Samoan Matai


The Matai are the chiefs of the Samoans. The matai are responsible for maintaining the respect, traditions, and administration of the village.


The matai are the crown of Samoa and more importantly Fa'a Samoa. At the time of European contact there was mixed opinions about from the foreign visitors as there often is mixed opinions about all people different from each other.


Tui Manu'a held the highest rank within the matai system of Samoa. Overtime the titles of Tuimanu'a, Tuia'ana and Tuiatua were all held in high regard.

With the Samoa Tuna, Fata and Ulumasui, Samoa regained independence from Tui Tonga which is the ogin of the Malietoa title.

After Salamasina, four high titles combined nameed papa. Individually the four titles include Gao'aitele, Tamasoali'i, Tuia'ana, and Tiuiatua.

Salamasina was the first person to hold all four titles, she, and all other people who hold all four titles of the papa are known as Tafa'ifa

Matai System

The matai system in Samoa reflects a sophisticated system developed over time at which Samoans established a hierarchy in the society. Some of the items associated with Samoan matai are the fue and to'o to'o which represent the value of the Tula Fale (talking chiefs) , oratory and oral traditions present among matai. Oral communication was the standard in Polynesia without a formal writing system and the Lauga (Samoan oratory) is an example of the complex deveolpment of oral tradition in the Samoan culture.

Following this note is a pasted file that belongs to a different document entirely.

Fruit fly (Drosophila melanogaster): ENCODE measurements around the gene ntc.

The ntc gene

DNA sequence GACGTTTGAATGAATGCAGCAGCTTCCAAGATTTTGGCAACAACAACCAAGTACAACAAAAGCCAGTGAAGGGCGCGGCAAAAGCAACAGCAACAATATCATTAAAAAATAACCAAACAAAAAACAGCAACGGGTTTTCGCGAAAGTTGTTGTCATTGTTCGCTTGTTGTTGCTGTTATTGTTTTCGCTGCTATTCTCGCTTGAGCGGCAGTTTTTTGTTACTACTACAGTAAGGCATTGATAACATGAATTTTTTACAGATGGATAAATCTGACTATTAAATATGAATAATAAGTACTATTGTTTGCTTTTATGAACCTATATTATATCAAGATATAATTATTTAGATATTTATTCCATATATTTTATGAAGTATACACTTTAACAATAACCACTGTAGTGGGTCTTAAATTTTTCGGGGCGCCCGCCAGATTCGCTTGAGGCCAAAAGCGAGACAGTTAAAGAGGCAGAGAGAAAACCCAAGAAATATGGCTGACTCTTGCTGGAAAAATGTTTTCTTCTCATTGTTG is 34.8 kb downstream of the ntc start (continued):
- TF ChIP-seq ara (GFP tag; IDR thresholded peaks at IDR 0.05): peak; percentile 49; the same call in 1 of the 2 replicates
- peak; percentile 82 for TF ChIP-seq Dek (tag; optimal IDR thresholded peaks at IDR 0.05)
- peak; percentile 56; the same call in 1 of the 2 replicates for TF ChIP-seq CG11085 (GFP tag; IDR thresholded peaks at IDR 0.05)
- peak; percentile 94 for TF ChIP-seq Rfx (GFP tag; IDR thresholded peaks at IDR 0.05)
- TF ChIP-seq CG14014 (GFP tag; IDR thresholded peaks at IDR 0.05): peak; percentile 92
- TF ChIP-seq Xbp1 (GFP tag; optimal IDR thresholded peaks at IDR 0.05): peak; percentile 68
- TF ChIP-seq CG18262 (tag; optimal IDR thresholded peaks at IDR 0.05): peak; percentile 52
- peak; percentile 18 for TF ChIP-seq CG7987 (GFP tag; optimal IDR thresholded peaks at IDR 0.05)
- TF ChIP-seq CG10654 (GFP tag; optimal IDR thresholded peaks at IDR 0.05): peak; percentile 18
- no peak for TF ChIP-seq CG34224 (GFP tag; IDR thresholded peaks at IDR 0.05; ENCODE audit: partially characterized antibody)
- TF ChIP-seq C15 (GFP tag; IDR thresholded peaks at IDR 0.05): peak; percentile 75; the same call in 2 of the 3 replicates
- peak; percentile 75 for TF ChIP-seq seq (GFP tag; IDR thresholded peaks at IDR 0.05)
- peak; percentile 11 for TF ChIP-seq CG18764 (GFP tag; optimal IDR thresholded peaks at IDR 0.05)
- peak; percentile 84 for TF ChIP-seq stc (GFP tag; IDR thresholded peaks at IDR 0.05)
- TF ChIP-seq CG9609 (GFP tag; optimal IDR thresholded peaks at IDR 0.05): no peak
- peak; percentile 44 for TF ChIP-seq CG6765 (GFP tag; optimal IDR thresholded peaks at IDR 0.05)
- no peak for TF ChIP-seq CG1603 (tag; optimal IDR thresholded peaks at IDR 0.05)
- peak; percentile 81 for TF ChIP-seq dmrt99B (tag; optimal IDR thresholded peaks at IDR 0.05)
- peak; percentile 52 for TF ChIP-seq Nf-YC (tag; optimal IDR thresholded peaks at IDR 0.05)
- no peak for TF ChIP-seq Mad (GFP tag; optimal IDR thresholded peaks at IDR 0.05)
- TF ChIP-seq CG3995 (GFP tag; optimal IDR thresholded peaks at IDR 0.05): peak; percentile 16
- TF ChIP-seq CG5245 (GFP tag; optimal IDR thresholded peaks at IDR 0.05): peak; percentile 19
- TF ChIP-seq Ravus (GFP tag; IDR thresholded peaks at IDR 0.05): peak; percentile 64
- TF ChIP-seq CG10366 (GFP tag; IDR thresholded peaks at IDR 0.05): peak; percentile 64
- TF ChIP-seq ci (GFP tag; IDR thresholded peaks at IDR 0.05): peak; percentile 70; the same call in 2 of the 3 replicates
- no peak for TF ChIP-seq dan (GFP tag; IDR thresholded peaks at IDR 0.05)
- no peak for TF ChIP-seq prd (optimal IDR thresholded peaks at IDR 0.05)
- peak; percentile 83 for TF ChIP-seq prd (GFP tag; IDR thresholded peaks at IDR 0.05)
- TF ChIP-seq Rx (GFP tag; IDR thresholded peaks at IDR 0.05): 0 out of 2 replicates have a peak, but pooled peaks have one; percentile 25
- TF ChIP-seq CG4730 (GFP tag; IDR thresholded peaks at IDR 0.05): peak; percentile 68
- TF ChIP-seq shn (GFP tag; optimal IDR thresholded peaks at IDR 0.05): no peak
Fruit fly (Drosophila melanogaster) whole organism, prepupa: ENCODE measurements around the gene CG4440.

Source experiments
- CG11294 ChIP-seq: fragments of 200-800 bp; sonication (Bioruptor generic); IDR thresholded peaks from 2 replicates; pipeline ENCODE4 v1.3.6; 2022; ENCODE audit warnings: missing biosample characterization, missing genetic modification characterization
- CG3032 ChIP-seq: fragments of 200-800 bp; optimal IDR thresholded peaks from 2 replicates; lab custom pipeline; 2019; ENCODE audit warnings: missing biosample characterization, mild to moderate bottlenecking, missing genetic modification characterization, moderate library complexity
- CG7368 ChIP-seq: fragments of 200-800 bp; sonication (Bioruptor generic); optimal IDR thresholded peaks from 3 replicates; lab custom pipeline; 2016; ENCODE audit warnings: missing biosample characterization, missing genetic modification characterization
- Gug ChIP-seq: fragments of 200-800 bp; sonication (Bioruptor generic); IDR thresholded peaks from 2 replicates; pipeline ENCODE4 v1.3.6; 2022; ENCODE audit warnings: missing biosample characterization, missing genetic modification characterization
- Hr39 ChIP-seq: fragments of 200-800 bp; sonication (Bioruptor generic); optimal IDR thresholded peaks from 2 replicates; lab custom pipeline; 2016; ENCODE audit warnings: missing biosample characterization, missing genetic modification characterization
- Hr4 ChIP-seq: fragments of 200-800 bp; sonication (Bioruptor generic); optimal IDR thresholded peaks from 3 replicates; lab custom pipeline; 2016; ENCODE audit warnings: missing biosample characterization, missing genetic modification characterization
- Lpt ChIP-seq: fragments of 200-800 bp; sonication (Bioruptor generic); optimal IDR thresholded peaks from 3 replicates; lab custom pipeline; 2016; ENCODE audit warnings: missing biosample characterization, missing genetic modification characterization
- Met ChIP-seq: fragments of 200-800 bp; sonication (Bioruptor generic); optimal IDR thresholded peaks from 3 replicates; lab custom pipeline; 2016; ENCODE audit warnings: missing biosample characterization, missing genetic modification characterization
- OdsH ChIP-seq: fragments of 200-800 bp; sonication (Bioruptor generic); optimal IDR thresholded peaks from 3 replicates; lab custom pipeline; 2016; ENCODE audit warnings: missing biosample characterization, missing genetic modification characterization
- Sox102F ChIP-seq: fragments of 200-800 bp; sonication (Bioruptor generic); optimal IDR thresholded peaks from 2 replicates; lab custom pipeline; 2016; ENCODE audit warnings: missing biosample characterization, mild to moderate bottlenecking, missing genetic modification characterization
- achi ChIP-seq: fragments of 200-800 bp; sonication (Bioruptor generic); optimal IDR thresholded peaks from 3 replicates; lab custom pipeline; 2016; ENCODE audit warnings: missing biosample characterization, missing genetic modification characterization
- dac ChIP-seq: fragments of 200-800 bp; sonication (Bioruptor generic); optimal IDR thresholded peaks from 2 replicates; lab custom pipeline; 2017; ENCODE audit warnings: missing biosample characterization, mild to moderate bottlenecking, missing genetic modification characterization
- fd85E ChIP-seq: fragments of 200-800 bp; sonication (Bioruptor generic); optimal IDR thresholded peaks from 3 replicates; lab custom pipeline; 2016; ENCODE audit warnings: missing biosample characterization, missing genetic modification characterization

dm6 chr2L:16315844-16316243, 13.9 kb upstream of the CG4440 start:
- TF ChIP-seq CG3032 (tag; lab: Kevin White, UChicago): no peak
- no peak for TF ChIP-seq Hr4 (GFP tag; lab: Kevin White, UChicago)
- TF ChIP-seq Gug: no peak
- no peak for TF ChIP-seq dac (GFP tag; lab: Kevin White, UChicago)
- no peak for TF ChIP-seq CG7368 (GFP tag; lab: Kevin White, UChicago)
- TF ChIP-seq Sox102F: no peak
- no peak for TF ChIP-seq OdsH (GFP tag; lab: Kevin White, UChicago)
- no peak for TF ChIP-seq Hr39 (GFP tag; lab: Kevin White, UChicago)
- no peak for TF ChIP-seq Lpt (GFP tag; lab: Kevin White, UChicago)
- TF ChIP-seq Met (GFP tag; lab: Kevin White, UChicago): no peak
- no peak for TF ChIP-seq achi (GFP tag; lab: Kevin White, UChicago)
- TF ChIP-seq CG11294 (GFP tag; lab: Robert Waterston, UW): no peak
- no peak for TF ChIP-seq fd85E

There are two categories of matai:

The Ali'i who are the high chiefs of the county, village, and family.

The Tulafale who are talking chiefs for the county, village, and/or his family.

The Samoan Matai and the matai system account for strict policies of ownership of land in Amerika Samoa and Samoa, this attributes to 90% or more of land in all of Samoa to be owned by people of Samoan descent.

Aiga (Family)

Another thing special about the Samoan matai system is that at its foundations is the very heart of fa'a Samoa, the Aiga , the family. The matai has a responsibility to their family, their village (which may be defined as an area with extended families living close together), district and their people.

The connection of people for their matai extended past having pride in a someone above them in status but also included a pride that one feels about their own family member.